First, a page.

IP: Use of trade mark permitted to indicate product compatibility
In a recent dispute the Gillette Company attempted to prevent LA Laboratories Ltd from marketing its razor handles and razor blades, indicating compatibility with Gillette razor blades by use of Gillette’s trade mark. There is a rule under the European Community Directive on trade marks (89/104/EEC) that prevents trade mark owners from prohibiting the use of their trade mark by a third party where such use is necessary to indicate the intended purpose of a product or service. In its judgment on 17 March 2005, the European Court of Justice (ECJ) held that this rule also applies in respect of indications of product compatibility. For the purpose of determining whether the condition of honest use is satisfied, the ECJ instructed national judges that it was not necessarily the case that a third party presents its product as being of the same quality as, or having equivalent properties to, the products of the trade mark holder simply by the fact of using the latter’s trade mark to indicate the intended use of a product. (Case C-228/03 The Gillette Company v LA-Laboratories Ltd Oy , on reference from the Finnish Supreme Court).
STATE AID: Inquiry into aid for Bavarian ethylene pipeline
The European Commission has opened an in-depth investigation to establish whether the EUR 70 million that the German region of Bavaria intends to contribute towards the construction of an ethylene pipeline is compatible with EU state aid rules. The Commission considers that there is a risk that the grant may distort competition within the chemical industry and that this may outweigh any strategic regional importance that the pipeline could have. Interested parties have one month in which to submit their comments.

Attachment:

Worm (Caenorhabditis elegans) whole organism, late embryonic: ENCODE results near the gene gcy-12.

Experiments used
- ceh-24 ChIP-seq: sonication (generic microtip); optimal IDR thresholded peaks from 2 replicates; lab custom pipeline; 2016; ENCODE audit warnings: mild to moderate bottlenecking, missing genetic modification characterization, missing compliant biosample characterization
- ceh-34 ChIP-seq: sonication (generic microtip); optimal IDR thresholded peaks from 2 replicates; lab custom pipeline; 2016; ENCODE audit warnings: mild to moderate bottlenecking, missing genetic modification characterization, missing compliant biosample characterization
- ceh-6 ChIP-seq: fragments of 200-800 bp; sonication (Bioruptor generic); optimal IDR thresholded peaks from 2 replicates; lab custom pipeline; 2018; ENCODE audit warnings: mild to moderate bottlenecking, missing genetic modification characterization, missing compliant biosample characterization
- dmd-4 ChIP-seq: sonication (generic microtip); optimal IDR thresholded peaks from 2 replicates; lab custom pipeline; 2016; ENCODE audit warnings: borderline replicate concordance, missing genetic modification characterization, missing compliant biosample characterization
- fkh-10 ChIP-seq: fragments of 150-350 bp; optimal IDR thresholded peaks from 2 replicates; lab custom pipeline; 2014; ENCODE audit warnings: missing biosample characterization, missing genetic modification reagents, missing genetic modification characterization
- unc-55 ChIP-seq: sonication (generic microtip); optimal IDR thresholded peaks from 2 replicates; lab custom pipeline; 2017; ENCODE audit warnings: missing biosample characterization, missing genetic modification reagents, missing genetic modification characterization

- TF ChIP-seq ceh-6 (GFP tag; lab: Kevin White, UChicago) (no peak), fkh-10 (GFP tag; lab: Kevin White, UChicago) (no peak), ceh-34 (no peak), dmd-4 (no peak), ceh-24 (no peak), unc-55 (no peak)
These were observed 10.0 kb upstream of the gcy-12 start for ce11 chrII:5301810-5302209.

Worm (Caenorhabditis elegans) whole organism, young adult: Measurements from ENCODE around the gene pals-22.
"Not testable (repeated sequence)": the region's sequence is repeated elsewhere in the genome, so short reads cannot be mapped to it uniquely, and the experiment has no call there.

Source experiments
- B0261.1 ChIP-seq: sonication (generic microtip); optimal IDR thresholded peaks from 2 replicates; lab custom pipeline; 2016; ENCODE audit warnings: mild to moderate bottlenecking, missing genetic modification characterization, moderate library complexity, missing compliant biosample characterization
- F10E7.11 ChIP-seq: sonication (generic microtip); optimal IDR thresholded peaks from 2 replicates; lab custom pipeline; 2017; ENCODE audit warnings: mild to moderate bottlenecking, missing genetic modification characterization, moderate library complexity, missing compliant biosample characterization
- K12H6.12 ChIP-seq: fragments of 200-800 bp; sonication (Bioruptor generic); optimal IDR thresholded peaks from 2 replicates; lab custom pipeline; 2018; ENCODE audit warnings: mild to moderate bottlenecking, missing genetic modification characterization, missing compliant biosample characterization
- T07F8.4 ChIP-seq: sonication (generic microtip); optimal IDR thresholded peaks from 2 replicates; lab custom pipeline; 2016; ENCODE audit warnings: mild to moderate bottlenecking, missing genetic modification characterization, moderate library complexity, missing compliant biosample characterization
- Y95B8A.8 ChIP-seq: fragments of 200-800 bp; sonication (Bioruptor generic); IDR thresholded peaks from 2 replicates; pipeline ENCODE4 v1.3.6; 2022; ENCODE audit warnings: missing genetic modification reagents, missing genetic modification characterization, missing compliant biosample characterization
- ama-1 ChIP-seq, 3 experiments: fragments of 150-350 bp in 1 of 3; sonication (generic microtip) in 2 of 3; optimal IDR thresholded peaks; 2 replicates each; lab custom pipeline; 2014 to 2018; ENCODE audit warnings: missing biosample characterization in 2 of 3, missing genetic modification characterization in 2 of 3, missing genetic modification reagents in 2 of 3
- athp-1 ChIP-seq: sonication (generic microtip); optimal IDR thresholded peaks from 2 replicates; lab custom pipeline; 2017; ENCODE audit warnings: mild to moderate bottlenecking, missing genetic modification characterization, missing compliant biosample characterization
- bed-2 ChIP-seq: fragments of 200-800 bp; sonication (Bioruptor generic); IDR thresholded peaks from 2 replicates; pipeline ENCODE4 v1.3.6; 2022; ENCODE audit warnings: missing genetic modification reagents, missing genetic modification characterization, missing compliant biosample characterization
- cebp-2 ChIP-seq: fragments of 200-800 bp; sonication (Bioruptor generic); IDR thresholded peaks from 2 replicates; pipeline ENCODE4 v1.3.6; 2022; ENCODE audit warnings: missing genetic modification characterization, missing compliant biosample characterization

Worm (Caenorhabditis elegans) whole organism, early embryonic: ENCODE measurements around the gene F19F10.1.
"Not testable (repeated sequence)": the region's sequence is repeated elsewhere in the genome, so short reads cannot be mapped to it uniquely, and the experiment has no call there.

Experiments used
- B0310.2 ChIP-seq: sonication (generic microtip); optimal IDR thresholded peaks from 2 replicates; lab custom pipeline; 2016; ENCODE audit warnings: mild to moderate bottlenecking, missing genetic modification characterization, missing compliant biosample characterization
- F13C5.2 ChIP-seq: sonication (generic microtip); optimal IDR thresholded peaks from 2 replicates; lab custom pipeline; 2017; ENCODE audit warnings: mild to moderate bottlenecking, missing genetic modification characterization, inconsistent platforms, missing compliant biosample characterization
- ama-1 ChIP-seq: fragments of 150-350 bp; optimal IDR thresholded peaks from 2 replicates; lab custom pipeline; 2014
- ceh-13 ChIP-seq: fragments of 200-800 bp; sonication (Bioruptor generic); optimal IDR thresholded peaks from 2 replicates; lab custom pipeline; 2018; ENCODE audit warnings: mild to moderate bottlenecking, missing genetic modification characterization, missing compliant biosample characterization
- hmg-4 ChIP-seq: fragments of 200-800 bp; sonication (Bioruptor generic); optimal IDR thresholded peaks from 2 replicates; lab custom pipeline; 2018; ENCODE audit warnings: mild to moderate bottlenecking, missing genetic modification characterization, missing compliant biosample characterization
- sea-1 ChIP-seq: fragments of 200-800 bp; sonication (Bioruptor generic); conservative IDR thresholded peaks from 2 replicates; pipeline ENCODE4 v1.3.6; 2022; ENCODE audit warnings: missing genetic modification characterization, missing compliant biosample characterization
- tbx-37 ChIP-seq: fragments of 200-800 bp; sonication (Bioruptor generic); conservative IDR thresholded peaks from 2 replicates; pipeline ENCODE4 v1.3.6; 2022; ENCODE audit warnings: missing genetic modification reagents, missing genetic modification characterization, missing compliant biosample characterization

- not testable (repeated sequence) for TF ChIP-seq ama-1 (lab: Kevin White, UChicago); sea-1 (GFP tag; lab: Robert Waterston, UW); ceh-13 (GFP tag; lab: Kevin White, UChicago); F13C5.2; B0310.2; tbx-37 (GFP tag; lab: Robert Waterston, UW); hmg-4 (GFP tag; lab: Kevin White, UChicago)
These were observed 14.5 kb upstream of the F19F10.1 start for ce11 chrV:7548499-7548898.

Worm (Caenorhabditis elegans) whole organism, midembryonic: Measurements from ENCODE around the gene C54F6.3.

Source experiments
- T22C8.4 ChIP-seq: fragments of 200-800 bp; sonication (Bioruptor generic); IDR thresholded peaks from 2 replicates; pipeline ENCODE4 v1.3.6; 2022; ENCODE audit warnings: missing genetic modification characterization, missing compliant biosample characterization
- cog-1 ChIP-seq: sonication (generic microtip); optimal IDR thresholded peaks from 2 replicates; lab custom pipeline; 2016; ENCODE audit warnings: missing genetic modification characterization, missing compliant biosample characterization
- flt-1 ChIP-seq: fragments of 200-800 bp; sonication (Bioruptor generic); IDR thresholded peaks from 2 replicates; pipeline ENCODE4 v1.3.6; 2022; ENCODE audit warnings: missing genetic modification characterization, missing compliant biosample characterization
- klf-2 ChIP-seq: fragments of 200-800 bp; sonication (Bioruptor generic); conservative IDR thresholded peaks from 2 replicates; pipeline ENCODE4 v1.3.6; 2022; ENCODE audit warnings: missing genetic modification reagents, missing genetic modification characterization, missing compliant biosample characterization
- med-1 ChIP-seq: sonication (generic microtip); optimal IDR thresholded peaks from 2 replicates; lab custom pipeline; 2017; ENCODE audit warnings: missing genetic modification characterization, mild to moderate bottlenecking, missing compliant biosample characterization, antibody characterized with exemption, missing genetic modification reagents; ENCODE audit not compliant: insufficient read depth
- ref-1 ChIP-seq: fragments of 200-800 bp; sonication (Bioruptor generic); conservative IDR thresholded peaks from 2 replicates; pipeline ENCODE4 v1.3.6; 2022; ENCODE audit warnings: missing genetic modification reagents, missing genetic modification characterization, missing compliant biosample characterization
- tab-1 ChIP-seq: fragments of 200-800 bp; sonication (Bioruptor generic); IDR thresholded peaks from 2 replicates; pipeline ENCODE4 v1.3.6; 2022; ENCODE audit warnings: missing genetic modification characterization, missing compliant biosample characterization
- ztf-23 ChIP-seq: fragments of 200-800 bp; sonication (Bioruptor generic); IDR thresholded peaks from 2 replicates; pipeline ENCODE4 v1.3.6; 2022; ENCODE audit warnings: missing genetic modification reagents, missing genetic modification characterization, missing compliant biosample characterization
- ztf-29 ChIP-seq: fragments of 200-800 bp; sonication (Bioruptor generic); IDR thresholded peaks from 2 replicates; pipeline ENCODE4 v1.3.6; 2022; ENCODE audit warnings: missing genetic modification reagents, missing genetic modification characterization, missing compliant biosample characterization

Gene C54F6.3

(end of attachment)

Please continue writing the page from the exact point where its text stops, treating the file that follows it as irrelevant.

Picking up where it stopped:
MERGERS: Commission approves Lukoil expansion to Finland
The European Commission has cleared the acquisition of Teboil and Suomen Petrooli, two Finnish operators of petrol service stations, by the Russian oil giant Lukoil. Lukoil is mainly active in non-EU countries in oil exploration and the production of refining and selling of petroleum products. Teboil and Suomen Petrooli are two sister companies that run retail petrol service stations and sell lubricants and other refined oil products. The Commission found that the operation would not significantly impede effective competition, as the horizontal overlaps are marginal. The reason is that the parties are active at different levels of trade. The vertical relationships were also found to be limited.
AIR TRANSPORT: Commission continues procedures against Member States for illegal Open Sky agreements
The European Commission has taken action against eleven Member States who have bilateral “Open Sky” agreements with the United States bringing the totality of such actions to 20. These agreements contain “nationality clauses”, whereby only national companies from the signatory countries can benefit from the agreement. The Court of Justice has condemned such practices by individual Member States, as being contrary to the provisions of the Treaty on the freedom of establishment. The Commission is at the same time preparing to continue the negotiations with the US authorities in order to conclude an overall agreement for creating a common air space.
Trade: Simplified rules of origin for preferential trade